Thursday, March 01, 2012

Barack Obama, theocrat?

In a fundraising appearance in New York, Obama bid to turn the focus of the U.S. relationship to Israel back toward making peace with the Palestinians, rather than war with Iran. In so doing, he overcompensated by overstating the nature of the bond between the two countries. As summarized by ABC News' Devin Dwyer:
“The sacrosanct commitment that we make to Israel’s security is not only a matter of providing them the military capabilities they need, not only providing the sort of qualitative military edge that they need in a very tough neighborhood, but also that we are a partner with them to try to bring about a peace in the region that can be lasting,” he said. “And that is a challenge.”
"Sacrosanct" is an odd word for the foreign policy arena.  Here's a definition and etymology from The American Heritage Dictionary:
adj. Regarded as sacred and inviolable.

[Latin sacrosanctus, consecrated with religious ceremonies sacro, ablative of sacrum, religious rite (from neuter of sacer, sacred; see sacred) + sanctus, past participle of sancire, to consecrate; see sak- in Indo-European roots.]
What is Obama suggesting? That America is a Christian nation, with some kind of spiritual bond with the Jewish homeland? If a "sacrosanct" bond isn't founded on religion, what is it founded on?  Why should an alliance with any nation be founded on anything but the United States' interest? And if that interest is intertwined with the country's values, that means it's dependent on the behavior of the countries with which the U.S. interacts, e.g., commitment to human rights, democracy, peaceful resolution of differences, etc.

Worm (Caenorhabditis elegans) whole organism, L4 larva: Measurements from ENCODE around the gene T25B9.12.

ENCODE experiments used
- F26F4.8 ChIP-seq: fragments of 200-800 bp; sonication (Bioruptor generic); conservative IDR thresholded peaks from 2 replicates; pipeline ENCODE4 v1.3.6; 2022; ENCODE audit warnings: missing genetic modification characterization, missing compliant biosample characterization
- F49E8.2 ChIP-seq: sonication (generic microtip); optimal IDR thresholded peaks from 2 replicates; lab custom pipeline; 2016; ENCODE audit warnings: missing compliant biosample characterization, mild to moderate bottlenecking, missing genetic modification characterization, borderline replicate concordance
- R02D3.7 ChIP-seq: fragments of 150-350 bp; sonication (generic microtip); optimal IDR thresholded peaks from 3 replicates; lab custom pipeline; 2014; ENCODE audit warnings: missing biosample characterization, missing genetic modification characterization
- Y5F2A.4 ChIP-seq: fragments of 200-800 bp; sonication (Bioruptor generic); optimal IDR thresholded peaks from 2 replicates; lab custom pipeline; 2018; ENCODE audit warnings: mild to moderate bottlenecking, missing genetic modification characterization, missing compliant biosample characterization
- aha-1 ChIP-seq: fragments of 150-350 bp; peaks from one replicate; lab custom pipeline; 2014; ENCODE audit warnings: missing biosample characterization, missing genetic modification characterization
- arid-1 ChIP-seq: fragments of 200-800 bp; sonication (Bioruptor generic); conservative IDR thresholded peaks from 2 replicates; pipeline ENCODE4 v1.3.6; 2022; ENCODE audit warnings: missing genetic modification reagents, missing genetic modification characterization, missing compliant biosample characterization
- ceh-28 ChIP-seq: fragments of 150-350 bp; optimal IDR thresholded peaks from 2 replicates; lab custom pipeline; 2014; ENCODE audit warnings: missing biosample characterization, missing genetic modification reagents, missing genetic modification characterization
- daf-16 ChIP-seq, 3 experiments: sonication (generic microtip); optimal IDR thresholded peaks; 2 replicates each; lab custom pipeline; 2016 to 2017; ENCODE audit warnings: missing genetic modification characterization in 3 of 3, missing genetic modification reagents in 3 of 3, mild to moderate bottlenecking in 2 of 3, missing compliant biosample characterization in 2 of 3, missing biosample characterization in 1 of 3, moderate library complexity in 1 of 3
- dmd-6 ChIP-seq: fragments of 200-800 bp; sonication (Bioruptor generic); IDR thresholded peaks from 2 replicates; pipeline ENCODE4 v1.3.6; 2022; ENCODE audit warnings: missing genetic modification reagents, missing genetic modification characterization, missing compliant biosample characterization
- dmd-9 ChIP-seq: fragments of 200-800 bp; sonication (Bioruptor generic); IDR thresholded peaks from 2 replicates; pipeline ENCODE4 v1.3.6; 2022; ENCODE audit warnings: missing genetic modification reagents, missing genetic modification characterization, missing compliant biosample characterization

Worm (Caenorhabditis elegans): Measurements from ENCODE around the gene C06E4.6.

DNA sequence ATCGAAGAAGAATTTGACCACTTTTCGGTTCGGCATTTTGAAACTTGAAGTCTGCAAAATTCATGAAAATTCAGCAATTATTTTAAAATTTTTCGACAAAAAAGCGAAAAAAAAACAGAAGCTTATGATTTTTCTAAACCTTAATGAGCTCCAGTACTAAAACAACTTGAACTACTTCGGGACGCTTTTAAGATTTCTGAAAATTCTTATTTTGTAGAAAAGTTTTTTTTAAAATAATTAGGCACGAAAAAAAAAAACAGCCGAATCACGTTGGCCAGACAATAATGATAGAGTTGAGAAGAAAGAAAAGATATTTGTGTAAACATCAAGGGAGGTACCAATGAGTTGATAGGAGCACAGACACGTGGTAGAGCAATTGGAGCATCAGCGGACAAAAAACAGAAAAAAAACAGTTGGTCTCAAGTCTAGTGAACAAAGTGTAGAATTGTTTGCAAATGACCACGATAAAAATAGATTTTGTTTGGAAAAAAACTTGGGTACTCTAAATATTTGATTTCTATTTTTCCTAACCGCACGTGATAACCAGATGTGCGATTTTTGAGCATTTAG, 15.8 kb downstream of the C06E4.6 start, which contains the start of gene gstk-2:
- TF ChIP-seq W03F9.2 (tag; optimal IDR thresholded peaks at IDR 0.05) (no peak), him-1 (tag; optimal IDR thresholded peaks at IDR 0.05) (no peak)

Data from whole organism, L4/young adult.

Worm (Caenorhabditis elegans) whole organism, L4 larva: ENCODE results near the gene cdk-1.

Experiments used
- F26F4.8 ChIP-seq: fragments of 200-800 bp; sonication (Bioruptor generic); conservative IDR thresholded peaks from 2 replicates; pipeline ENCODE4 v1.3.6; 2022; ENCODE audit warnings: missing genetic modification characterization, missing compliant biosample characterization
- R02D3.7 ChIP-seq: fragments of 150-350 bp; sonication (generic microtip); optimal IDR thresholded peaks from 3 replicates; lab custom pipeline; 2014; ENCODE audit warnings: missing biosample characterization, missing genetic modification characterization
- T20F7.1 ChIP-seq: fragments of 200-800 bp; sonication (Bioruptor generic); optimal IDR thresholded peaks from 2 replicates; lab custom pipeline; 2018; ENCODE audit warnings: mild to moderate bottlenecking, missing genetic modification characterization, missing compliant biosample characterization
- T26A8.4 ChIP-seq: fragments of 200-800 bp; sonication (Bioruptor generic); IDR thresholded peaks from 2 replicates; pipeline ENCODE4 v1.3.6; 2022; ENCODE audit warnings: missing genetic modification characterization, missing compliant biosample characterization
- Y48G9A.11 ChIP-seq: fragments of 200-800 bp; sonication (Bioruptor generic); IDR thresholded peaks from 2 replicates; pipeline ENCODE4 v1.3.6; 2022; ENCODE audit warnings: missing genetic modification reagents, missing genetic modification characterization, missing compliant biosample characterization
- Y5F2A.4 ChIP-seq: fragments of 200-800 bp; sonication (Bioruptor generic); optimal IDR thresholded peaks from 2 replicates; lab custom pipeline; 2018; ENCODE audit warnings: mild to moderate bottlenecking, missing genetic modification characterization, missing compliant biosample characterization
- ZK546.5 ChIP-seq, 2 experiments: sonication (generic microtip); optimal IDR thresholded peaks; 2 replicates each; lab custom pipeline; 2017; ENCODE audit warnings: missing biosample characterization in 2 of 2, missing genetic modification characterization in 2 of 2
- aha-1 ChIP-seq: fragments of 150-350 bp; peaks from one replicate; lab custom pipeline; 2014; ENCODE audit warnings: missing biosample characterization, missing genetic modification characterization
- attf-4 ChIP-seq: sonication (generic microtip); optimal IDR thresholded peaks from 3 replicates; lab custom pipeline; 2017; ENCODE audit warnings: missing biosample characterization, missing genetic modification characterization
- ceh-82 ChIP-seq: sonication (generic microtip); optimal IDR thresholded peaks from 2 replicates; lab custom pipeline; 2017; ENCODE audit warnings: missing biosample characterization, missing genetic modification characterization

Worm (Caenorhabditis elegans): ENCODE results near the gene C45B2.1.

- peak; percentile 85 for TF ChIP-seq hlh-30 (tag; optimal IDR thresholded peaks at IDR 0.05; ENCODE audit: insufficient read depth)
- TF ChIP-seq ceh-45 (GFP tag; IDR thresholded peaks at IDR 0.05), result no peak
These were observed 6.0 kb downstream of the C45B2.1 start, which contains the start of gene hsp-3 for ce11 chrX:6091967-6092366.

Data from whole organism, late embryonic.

More concretely, if the U.S. commitment is "sacrosanct," can Israel do nothing to break or even qualify it?  If Israel annexed the West Bank and drove out the inhabitants, would the bond between the two countries remain unbreakable? Would U.S. aid continue unabated?  How about if Israel dropped tactical nukes on Iran's nuclear installations?

Obama is lending credence to the sick theocratic panderings of GOP politicians in thrall to their evangelical base -- in his case, to pander to Jewish voters, or cave to an overriding meme that to accord less than full-throated support to Israeli militarism is to betray "weakness. In fact, asserting his success shaking the rap of Democratic "weakness" was at the heart of his presentation:
“The other side traditionally seems to feel that Democrats are somehow weak on defense, but they’ve had a little trouble making that argument this year because what we’ve shown is there’s no contradiction between being tough and strong and protecting the American people but also abiding by those values that make America great,” he said.
To be fair, Obama is using the profession of strength -- as he used the assertion of a sacrosanct bond with Israel -- as a base from which to assert the need for multilateralism, peacemaking, engagement.  The overall message has balance. But the sacrosanctimony is dangerously out of true.

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